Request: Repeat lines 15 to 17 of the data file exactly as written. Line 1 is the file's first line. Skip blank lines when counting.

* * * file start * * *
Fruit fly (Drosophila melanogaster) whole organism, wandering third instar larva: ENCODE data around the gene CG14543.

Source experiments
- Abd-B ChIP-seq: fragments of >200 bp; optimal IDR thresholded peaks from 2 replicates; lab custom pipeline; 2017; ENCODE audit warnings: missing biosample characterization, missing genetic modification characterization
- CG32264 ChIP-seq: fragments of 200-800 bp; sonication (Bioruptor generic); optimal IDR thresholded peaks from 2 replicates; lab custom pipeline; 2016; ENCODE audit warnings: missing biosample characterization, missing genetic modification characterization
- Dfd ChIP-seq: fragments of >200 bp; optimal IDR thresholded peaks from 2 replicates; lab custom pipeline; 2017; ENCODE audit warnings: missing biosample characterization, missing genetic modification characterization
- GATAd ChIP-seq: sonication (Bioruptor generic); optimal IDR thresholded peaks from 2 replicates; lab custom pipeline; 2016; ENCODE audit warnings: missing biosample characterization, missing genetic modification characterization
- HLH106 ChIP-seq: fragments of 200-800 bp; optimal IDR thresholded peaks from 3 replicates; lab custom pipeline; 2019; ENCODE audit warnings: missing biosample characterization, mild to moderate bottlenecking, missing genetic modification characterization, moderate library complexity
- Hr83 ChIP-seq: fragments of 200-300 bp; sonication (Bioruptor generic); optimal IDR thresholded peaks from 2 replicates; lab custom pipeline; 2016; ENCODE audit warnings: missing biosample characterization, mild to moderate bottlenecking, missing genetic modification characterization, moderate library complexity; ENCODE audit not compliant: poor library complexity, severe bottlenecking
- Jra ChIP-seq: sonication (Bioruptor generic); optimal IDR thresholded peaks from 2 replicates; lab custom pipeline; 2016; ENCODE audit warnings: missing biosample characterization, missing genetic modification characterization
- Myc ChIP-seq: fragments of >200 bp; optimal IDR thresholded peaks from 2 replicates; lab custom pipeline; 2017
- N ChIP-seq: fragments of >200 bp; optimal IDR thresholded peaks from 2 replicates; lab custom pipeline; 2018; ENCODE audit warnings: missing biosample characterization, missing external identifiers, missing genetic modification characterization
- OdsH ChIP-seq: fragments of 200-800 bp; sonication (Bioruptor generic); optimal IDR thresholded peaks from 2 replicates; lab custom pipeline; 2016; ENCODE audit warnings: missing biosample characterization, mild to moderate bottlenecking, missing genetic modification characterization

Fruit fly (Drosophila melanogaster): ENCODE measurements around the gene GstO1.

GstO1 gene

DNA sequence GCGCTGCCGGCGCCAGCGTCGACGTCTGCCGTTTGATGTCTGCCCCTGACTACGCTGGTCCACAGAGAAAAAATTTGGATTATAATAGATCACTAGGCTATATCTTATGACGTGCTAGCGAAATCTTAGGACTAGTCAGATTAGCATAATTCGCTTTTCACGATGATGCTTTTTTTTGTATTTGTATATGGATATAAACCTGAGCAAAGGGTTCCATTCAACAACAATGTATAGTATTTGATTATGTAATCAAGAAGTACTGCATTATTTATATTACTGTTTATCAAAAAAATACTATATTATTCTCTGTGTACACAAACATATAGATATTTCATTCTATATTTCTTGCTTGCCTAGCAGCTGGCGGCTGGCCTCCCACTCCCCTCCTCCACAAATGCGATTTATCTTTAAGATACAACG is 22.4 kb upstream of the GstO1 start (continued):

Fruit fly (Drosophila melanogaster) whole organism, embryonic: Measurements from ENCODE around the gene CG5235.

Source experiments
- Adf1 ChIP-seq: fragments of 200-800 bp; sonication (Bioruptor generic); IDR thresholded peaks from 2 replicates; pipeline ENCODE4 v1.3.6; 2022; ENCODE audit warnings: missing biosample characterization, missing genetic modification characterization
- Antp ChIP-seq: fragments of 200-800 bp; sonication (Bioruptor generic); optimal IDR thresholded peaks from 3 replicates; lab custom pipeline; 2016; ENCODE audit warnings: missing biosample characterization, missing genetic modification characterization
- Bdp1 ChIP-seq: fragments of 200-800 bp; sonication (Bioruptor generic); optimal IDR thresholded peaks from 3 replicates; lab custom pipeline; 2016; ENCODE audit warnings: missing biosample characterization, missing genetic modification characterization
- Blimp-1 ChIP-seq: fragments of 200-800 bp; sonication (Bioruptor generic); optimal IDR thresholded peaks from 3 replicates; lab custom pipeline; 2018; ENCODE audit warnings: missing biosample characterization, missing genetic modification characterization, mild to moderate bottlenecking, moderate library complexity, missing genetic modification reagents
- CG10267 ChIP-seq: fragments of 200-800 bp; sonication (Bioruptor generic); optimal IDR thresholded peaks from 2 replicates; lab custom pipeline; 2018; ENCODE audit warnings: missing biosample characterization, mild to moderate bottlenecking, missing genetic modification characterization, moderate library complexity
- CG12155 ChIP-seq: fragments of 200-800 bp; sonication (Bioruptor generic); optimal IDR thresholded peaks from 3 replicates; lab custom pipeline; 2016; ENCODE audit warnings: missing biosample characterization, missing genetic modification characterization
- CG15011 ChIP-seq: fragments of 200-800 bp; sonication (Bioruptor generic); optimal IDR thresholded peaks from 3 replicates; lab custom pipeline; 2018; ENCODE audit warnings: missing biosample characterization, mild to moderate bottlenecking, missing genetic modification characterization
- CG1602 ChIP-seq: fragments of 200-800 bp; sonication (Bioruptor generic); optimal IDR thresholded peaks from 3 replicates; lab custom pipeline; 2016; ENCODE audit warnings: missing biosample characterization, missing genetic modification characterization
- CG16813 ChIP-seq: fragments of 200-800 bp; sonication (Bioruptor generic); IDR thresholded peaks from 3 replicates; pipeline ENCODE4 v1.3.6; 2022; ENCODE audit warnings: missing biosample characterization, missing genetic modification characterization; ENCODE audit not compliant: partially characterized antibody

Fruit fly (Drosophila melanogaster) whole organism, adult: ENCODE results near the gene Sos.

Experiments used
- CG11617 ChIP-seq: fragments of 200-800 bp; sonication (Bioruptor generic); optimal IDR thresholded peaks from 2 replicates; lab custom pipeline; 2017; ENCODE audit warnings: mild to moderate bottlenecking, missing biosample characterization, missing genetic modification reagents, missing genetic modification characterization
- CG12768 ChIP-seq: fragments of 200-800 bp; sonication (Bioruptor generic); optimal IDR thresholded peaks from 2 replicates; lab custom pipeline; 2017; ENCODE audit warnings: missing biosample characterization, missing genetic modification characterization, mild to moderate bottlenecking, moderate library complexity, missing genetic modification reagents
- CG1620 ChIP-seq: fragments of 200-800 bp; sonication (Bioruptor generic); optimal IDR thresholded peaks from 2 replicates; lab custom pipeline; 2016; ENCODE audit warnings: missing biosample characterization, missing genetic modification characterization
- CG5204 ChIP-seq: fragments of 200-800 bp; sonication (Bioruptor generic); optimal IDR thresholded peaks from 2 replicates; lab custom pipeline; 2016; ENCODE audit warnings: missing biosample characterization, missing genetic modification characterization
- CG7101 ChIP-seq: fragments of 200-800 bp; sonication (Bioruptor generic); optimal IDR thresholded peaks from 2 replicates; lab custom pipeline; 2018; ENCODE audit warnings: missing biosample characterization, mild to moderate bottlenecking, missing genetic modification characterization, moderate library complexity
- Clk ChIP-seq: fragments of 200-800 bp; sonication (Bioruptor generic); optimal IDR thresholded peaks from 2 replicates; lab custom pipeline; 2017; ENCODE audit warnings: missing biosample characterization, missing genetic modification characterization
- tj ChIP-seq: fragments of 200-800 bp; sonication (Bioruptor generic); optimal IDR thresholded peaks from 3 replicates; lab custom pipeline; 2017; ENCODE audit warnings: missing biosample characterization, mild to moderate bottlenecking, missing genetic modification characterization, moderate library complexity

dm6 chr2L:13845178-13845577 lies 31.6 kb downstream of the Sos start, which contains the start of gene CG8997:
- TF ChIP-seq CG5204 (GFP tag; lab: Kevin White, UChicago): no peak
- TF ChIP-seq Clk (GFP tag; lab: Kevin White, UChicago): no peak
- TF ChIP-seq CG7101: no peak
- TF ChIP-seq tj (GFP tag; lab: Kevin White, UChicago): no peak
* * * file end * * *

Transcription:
DNA sequence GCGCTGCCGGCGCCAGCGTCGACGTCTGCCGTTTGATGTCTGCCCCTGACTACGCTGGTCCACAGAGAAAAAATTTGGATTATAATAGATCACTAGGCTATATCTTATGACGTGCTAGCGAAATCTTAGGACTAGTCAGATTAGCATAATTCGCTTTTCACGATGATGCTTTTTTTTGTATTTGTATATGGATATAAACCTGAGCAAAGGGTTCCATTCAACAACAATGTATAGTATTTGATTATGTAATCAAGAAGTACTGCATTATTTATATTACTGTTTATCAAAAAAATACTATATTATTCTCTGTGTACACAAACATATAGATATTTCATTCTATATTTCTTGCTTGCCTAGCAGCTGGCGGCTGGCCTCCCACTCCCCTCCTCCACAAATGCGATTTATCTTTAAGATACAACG is 22.4 kb upstream of the GstO1 start (continued):

Fruit fly (Drosophila melanogaster) whole organism, embryonic: Measurements from ENCODE around the gene CG5235.

Source experiments